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Given $ \alpha_1 > \alpha_2 > \cdots > \alpha_n \geq 0$, $f_1(x)= e^{-\alpha_1x},..., f_n(x)=e^{-\alpha_nx}$, prove that they are linearly independent . Hint: don’t forget the limit $ x \rightarrow \infty $.

I have already seen proofs about similar questions. What you have to do is to set the combination of those functions (or polynomials) equal to 0 and show that all coefficients have to be 0. But here, the coefficients are in the exponent, they can’t be equal to each other, and the negative exponent disturbs me a bit.

Thanks for your help.

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    $\begingroup$ Use Vandermonde determinants. $\endgroup$ – kimchi lover Jan 1 '18 at 14:42
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As usual, we will consider $$\beta_1 e^{-\alpha_1 x}+\beta_2 e^{-\alpha_2 x}=0$$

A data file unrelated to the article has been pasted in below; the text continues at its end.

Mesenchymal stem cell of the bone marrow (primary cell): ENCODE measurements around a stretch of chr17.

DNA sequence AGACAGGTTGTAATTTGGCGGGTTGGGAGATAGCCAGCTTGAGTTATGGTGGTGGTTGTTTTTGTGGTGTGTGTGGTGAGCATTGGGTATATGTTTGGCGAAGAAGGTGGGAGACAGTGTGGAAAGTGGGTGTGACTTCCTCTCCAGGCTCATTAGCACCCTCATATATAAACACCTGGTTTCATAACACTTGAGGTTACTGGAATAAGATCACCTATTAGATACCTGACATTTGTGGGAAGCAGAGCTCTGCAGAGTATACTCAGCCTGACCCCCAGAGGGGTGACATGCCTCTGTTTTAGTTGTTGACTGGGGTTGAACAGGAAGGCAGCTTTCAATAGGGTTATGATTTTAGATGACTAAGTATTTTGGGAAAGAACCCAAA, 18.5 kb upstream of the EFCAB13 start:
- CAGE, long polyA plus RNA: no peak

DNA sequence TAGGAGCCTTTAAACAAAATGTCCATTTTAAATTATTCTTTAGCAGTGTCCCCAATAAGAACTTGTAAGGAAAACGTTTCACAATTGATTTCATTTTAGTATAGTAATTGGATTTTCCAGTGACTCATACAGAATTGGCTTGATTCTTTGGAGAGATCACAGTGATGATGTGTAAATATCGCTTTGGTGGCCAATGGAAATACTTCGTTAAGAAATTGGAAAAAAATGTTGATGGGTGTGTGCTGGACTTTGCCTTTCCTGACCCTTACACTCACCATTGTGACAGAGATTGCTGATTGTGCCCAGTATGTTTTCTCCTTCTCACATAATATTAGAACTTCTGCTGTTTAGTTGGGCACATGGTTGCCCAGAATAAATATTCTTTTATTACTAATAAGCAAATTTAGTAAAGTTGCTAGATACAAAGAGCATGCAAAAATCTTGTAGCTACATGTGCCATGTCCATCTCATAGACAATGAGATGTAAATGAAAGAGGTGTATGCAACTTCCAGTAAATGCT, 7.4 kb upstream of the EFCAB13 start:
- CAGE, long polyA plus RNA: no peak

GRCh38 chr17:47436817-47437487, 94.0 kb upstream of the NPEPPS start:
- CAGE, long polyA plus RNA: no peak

Dividing by $e^{-\alpha_2 x}$ gives $$\beta_1 e^{-(\alpha_1-\alpha_2)x}+\beta_2=0$$ Letting $x\to\infty$ we see that $e^{-(\alpha_1-\alpha_2)x}\to 0$ since $\alpha_1>\alpha_2\geqslant 0$. Therefore $\beta_2=0$. Since $e^{-\alpha_1x}>0$ for all $x$, we also have $\beta_1=0$. Therefore $\{e^{-\alpha_1 x}, e^{-\alpha_2 x}\}$ is linearly independent.

I am sure that you can prove it now for the more general case.

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  • $\begingroup$ Thanks a lot ! Just to be sure, why aren’t the alphas (in the exponents) the coefficients that have to be 0 ? $\endgroup$ – Poujh Jan 1 '18 at 14:48
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    $\begingroup$ Linear independence for a set of vectors $\{v_1,v_2\}$ means exactly: $\beta_1 v_1+\beta_2 v_2=0 \implies \beta_1=\beta_2=0$. Therefore, the coefficients in the exponents have nothing to do with the linear independence. $\endgroup$ – rae306 Jan 1 '18 at 14:55
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You can use the Vandermonde determinant.

Let $$\beta_1e^{-\alpha_1x} + \cdots + \beta_ne^{-\alpha_1x} = 0$$

Plugging in $x = 0, 1, \ldots, n-1$ yields:

$$\beta_1 + \cdots + \beta_n = 0$$ $$\beta_1e^{-\alpha_1} + \cdots + \beta_ne^{-\alpha_n} = 0$$ $$\beta_1e^{-2\alpha_1} + \cdots + \beta_ne^{-2\alpha_n} = 0$$ $$\vdots$$ $$\beta_1e^{-(n-1)\alpha_1} + \cdots + \beta_ne^{-(n-1)\alpha_n} = 0$$ The determinant of this linear system is the Vandermonde determinant: